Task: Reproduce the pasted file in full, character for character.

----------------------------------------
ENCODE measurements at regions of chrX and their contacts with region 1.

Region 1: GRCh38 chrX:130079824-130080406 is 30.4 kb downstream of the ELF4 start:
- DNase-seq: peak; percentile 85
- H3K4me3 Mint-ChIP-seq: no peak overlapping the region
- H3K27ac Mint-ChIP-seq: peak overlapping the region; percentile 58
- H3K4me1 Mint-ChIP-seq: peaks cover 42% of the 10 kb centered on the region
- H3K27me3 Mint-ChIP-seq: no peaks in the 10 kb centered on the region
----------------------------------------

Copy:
ENCODE measurements at regions of chrX and their contacts with region 1.

Region 1: GRCh38 chrX:130079824-130080406 is 30.4 kb downstream of the ELF4 start:
- DNase-seq: peak; percentile 85
- H3K4me3 Mint-ChIP-seq: no peak overlapping the region
- H3K27ac Mint-ChIP-seq: peak overlapping the region; percentile 58
- H3K4me1 Mint-ChIP-seq: peaks cover 42% of the 10 kb centered on the region
- H3K27me3 Mint-ChIP-seq: no peaks in the 10 kb centered on the region